There is a wealth of data available from the eight studies, predominantly from the series of measurement occasions within each longitudinal study. Table 2 shows the key domains from the heuristic model and the measures available across the eight studies to assess those domains. As indicated in the table, these measures were largely obtained by mailed questionnaire or interview, with some physical or functional variables measured during in-person visits. In addition to these data, national registry data available in Sweden and Denmark allow us to obtain supplemental objective measures of health and early environment (such as birth weight). Furthermore, the twin registries also have information provided by the twins when the registries were compiled (in the 1960s and 1970s).
Table 2
Table 2
Measures that will be Considered across Studies for Analyses of G-E Interplay
Data Harmonization
Given the differences in study focus, design, and specific measures assessed, we have placed strong emphasis on data harmonization, to ensure the greatest possible consistency of measurement across studies. We developed a common administrative file structure that includes demographic variables, last known vital status, age at each time of assessment, and reasons for non-participation if the twin did not participate at that wave. Because of inter-study differences in how cohorts were defined and schedule of data collection, it was crucial to come to common definitions that would allow combining studies longitudinally.
At the same time, we undertook harmonization of relevant phenotypes and outcomes to enable the combined analysis of the multiple sets of data. We are not simply recoding to a reduced set of common categories, but rather are identifying overlapping item content and response formats, applying psychometric analysis to establish measurement invariance via item response theory (IRT)-factor analytic approaches, and conducting meta-analyses and integrated data analysis of pooled data where warranted (Bauer & Hussong, 2009; Curran & Hussong, 2009; Rosenthal, 1991; Rosenthal & Di Matteo, 2001).
As a first step, we created spreadsheets for measures that correspond to the constructs in the model, including the specific questions and response options. Table 2 indicates which variables were available; detailed spreadsheets show how each variable was assessed (see example in Figure 2).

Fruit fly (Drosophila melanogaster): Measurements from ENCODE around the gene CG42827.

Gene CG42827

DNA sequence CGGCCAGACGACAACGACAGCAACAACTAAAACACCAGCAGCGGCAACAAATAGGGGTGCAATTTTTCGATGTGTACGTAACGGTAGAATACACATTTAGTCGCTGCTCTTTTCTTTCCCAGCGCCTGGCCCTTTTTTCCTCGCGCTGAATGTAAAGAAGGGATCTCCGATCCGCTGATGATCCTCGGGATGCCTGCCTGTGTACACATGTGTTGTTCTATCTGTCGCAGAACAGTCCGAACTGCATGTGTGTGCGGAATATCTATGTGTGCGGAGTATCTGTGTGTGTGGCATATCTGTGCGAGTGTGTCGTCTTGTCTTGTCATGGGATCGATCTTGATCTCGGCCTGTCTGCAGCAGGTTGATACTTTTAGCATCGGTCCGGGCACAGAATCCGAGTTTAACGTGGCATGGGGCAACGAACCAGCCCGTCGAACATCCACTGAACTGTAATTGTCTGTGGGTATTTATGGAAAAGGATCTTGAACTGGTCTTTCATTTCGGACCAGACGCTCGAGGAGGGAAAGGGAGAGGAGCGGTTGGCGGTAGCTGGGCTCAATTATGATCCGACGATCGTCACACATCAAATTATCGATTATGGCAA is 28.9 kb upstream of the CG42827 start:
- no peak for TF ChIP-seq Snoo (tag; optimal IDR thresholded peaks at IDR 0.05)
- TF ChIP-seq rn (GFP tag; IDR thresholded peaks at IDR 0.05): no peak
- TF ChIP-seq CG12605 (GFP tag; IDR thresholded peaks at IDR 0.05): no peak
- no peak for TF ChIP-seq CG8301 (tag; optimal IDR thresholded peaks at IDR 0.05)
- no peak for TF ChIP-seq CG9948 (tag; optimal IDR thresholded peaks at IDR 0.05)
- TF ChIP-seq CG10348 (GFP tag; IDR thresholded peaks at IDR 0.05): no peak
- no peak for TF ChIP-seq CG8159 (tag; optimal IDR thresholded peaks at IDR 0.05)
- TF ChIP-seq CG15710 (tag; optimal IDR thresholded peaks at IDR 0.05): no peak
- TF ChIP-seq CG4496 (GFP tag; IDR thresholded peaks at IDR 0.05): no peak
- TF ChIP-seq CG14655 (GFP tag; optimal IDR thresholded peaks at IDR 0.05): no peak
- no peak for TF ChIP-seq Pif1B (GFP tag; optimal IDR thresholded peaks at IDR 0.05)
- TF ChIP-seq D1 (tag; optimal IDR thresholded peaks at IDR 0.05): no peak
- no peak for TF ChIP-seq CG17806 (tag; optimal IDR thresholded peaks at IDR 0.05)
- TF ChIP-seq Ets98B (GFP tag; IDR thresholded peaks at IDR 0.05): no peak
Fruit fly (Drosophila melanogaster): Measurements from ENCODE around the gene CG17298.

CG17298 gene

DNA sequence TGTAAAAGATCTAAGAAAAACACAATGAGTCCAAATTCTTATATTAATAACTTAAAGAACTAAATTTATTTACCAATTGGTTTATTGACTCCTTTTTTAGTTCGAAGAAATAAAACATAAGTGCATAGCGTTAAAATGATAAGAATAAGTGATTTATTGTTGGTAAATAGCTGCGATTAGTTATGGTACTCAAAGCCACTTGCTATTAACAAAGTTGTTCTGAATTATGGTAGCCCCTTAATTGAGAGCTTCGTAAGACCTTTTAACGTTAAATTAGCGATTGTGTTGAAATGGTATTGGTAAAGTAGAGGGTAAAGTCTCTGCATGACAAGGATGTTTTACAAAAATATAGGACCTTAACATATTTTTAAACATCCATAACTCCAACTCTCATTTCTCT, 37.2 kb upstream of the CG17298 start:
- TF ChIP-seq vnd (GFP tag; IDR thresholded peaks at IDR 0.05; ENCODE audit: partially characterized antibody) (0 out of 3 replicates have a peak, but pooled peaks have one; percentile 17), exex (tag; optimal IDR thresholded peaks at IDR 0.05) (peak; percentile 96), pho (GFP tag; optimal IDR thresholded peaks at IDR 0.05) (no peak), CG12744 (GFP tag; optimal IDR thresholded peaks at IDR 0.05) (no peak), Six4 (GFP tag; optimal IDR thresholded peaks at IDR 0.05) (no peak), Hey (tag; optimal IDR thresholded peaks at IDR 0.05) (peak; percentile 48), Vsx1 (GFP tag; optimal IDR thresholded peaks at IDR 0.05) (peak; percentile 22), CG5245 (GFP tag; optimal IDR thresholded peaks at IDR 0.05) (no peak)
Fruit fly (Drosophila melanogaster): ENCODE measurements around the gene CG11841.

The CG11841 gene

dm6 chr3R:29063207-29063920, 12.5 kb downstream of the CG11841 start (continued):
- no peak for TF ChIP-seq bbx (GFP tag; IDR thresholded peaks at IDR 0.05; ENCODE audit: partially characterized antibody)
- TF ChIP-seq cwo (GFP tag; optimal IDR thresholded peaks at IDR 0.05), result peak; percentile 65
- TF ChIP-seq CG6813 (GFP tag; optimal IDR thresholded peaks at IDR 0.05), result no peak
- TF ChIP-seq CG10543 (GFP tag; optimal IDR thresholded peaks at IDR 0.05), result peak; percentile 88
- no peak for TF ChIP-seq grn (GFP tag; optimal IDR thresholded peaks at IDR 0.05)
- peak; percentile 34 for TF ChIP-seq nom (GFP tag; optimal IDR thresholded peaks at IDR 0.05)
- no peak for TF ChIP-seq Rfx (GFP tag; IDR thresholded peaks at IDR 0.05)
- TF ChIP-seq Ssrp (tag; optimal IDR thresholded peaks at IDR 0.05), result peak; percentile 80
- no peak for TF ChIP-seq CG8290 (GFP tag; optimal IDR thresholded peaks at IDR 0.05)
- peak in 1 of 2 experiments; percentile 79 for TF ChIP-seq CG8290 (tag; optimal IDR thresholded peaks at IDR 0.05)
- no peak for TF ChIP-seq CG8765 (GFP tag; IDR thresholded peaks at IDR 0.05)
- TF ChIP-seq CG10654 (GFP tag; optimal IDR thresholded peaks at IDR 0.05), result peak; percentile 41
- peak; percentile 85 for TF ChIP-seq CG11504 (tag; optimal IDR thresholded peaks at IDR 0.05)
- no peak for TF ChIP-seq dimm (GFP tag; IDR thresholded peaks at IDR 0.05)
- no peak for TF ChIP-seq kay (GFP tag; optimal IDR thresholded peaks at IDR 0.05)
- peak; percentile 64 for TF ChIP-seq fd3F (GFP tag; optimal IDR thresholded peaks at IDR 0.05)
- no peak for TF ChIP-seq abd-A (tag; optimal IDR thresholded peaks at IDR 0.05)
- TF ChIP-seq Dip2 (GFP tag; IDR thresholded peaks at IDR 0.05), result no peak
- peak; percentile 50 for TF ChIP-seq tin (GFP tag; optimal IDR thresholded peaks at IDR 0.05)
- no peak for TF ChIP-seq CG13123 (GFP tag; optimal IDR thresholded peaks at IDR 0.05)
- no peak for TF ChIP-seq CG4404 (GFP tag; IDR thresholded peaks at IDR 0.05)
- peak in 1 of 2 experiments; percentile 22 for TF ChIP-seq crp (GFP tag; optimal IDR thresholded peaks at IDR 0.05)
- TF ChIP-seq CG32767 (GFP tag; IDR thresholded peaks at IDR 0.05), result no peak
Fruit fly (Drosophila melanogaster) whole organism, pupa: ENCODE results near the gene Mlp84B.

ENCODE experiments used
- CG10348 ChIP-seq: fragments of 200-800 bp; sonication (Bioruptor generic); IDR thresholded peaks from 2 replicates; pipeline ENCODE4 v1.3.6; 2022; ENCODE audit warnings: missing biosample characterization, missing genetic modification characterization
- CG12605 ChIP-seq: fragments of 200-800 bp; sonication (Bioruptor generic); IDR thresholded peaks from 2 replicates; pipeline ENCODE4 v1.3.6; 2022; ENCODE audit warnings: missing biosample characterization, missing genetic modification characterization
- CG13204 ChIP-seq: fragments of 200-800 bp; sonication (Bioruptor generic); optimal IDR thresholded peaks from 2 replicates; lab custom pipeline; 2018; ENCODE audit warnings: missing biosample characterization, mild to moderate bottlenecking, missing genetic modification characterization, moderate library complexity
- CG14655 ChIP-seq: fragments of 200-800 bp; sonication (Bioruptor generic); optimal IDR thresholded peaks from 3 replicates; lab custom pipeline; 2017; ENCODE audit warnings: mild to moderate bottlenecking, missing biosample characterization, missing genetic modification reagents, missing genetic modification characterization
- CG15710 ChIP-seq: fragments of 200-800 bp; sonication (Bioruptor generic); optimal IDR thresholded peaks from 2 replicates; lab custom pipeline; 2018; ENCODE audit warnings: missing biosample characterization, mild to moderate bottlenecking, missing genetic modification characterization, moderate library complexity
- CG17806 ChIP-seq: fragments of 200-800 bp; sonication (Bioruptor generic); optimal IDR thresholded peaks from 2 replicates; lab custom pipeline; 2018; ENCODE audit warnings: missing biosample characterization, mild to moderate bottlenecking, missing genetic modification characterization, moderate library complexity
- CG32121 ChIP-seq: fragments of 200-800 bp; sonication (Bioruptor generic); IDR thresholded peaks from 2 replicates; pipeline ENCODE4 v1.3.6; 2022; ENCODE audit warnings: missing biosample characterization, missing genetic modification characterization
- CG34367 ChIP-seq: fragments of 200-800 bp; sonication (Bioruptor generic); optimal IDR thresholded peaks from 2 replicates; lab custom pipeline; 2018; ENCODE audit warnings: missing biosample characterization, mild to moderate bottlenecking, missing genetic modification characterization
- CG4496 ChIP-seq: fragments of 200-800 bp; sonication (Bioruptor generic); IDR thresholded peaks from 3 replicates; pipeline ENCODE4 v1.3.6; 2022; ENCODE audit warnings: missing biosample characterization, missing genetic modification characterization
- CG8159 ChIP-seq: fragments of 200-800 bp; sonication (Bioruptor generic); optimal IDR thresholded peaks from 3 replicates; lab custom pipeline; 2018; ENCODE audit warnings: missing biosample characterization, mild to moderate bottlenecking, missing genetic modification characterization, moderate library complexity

Figure 2
Figure 2
(Colour online) Example spreadsheet to identify common items: A snapshot of adult SES measures.
Because integrative data analysis (IDA), where data are pooled across samples to increase power and finely consider between-study heterogeneity, is the preferred method (Curran & Hussong, 2009), we are creating scale scores that are common across studies. This requires overlapping item content across the studies as well as across time for longitudinal hypotheses. Thus, a second step entailed identifying those measures for which it was possible to identify a common metric; for example, Body Mass Index (BMI), lung function, and blood pressure. For harmonizing education, we have created year equivalents for educational levels among Danish and Swedish studies that did not collect the data in years.
Where a common metric is not already available, IRT techniques are implemented to create harmonized scores across studies (cf. Bauer & Hussong, 2009). The premise is that trait scores are estimable based on individual responses to and features of items (e.g., item ‘difficulty’, discrimination and reliability; Embretson & Reise, 2000). Moreover, in the case of IDA, corresponding indices are available across samples with items that invariantly tap a particular construct(s) (Bauer & Hussong, 2009). Multiple common items should be available to test that item functioning is similar across samples (Bauer & Hussong, 2009), and to establish ‘crosswalks’ between the different measurement indices (e.g., Velozo et al., 2007).
For example, all Swedish studies (SATSA, OCTO-Twin, Gender, TOSS) and the US studies (MTSADA and VETSA) measured depressive symptomatology using the Center for Epidemiologic Studies – Depression scale (CES-D) (Radloff, 1977), while the Danish studies used an adapted version of the Cambridge Mental Disorders of the Elderly Examination (CAMDEX; see McGue & Christensen, 1997). There was no item with the same wording and the same response format on the two scales. However, both scales appeared to encompass the same conceptualization of depression. The CES-D can be analyzed as a single score or factored into four sub-scales (Gatz et al., 1993): depressed mood, somatic complaints, interpersonal difficulties, and lack of well-being. The 21 CAMDEX items can be analyzed as a single score or as two-factor analytically derived sub-scales: an affect sub-scale and a somatic sub-scale. Substantially similar results have been reported across studies with respect to the relative roles of genetic and environmental influences on depressive symptoms (Gatz et al., 1992; McGue & Christensen, 1997) and the possibility that heritability may be greater in women than men (Jansson et al., 2004; McGue & Christensen, 1997). Since we could find no published article where the same sample had taken both measures, as a third step in data harmonization, we recruited a separate new sample and administered both scales to that sample, after which it was possible to use IRT methods to establish a ‘crosswalk’ to apply to the scores to create a common scale.